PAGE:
While adding uncertainty to a government new town plan for northeast New Territories, ugly clashes between Hong Kong police and social activists and villagers Friday night have laid bare underlying tensions in the city’s socio-political landscape and in its ties with the mainland.
With the government insisting it will not withdraw the HK$120 billion proposal (US$15.48 billion), chaos around the Legislative Council looks inevitable when the finance committee resumes scrutiny of a government request for pre-work funding of the project on Friday.
A finance committee meeting last Friday was called off after more than 200 angry protesters tried to storm the Legco building when committee chairman Ng Leung-sing decided to fast-track the proposal to a vote, rejecting demands by pan-democrats for more time for debate.
Police used pepper spray to stop the crowds from forcing their way into the building. Twenty-one people were arrested.
Chief Executive Leung Chun-ying, his top aides and Legco President Tsang Yok-sing condemned the violence. On Saturday, Secretary for Development Paul Chan said the government will not withdraw the plan.
At a media briefing on Saturday, anonymous government officials blamed six groups for spearheading Friday’s protests. They said the protest might have been a curtain-raiser for Occupy Central’s civil disobedience movement.
Coming just days before Occupy Central is due to hold a mock referendum on universal suffrage from Friday to Sunday, the government’s attempt to link the two is a calculated move to score points in the public opinion war.
But taking a conspiratorial view of Friday’s protest risks missing the whole point of public dissent over the new town plan.
In many respects, opposition to the plan initiated by a loose coalition of villagers and pressure groups is a throwback to a campaign against the high-speed cross-border rail link two years ago.
Among the opponents of the new town plan are villagers who either refuse to quit farming or are unhappy with the government’s compensation offer.
They are arguably not the biggest hurdle for the government. That’s because there is always room for negotiation between the government and the people directly affected by the terms of the deal such as financial compensation and resettlement.
A host of small civic society groups, some championing nativism, have emerged as the government’s toughest opponents in trying to speed up housing and infrastructure development projects. These include the high-speed rail link and the proposed new town.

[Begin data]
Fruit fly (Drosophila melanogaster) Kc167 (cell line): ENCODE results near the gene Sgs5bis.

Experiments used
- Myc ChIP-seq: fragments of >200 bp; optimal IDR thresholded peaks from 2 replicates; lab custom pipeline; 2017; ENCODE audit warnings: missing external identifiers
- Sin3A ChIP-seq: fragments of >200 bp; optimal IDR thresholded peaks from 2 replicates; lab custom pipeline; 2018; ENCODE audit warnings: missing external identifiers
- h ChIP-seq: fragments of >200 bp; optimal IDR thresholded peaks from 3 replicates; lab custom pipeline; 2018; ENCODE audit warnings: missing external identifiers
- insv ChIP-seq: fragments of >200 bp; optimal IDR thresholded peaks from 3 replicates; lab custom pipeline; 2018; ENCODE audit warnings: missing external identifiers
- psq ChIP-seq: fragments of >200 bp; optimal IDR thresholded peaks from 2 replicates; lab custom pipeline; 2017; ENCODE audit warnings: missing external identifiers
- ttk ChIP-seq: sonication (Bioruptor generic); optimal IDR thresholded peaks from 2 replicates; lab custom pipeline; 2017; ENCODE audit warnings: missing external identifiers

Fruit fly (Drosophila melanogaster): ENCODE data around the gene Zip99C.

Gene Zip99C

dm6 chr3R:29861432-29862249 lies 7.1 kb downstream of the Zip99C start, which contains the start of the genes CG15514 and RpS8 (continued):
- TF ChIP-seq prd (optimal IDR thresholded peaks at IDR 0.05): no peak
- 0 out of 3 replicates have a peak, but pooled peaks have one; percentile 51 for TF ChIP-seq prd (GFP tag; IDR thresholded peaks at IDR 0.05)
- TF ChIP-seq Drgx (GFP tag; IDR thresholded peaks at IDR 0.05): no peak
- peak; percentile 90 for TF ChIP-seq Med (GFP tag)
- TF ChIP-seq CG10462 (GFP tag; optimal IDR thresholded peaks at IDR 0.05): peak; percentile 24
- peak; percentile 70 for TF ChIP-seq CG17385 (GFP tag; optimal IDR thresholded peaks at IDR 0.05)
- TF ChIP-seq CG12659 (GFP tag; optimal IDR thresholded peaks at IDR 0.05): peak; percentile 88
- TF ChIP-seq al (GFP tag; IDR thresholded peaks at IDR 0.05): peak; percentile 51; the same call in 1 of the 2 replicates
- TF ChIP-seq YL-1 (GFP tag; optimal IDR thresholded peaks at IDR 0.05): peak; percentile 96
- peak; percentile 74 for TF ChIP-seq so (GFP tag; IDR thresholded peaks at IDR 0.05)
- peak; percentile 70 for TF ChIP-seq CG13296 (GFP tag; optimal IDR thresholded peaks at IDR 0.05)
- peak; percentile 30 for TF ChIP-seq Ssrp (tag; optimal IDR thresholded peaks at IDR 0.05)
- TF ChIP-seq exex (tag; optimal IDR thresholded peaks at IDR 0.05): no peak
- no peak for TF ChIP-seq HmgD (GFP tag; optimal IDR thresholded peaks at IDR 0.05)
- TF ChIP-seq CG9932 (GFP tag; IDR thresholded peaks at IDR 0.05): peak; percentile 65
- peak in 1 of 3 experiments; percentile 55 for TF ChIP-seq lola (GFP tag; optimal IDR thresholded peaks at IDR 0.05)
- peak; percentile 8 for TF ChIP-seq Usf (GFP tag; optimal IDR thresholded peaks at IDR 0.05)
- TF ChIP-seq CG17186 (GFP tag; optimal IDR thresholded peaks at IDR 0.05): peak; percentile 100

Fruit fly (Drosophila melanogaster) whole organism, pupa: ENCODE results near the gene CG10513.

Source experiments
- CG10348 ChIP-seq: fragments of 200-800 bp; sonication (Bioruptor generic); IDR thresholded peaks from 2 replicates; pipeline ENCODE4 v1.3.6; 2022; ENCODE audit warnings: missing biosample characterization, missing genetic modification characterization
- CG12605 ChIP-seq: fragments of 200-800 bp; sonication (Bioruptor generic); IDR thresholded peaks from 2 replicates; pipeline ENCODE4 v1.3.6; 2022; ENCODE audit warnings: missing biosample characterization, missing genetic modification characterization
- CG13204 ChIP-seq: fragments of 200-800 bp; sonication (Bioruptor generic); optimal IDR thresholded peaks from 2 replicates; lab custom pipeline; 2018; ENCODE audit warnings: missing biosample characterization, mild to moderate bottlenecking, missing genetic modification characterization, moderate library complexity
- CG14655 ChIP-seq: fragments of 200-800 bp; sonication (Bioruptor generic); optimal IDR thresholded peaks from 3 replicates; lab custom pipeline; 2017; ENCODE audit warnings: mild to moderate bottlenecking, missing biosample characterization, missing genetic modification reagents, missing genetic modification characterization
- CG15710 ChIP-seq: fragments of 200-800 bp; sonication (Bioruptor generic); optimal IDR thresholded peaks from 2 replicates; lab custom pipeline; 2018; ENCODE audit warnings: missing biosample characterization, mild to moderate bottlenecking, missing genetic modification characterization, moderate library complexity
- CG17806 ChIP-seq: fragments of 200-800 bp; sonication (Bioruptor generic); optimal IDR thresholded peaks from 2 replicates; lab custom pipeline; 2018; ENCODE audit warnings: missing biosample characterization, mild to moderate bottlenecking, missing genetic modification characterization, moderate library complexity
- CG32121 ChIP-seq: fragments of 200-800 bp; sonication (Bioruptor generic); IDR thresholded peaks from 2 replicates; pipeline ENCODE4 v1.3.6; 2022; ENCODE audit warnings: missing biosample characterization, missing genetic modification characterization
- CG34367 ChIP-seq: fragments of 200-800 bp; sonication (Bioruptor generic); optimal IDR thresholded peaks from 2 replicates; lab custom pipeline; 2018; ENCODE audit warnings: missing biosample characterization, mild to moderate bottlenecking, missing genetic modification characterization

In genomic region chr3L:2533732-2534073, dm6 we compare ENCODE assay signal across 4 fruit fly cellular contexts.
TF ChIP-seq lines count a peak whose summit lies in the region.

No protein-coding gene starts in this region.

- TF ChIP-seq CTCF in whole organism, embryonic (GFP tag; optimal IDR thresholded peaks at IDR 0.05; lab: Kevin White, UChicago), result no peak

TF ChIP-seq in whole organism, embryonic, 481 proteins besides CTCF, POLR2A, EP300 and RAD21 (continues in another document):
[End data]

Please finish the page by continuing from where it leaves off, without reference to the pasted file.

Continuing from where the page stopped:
Those groups have a cynical and skeptical view about the government’s longstanding economic and social development model. They insist the traditional new town development model will siphon benefits to property giants, which snapped up farmland at low prices years ago, at the expense of ordinary people and minority stakeholders such as villagers.
Importantly, both the high-speed rail link and the planned northeast New Territories project near Shenzhen have touched on the sensitive issue of integration with the mainland.
Although government officials have said controls on entry by mainlanders into the new towns will not be relaxed, there are fears the border towns could become the backyard of Shenzhen residents.
Menwhile, underpinning the differences over the development model and integration with the mainland is a deepening discontent among their opponents over the flawed political system which they say is another form of repression that denies them a say in matters affecting their well-being.
The move by the finance committee to cut short debate over the measure for an early vote has been cited by critics as a form of violence by the powers that be in the legislature.
The row over the new town plan is a snapshot of deep-seated contradictions often alluded to by top Chinese officials when commenting on Hong Kong in the past decade.
But the irony is that the conflict in Hong Kong society — and between the city and the mainland — shows no signs of easing. Instead, it has picked up in the past two years.
The central government and the Hong Kong administration have put Occupy Central on top of their agenda for Hong Kong.
And with the government and opponents of the new town project in no mood to back down, a showdown is imminent and its aftermath could have a profound impact on efforts to blockade Hong Kong’s political space.
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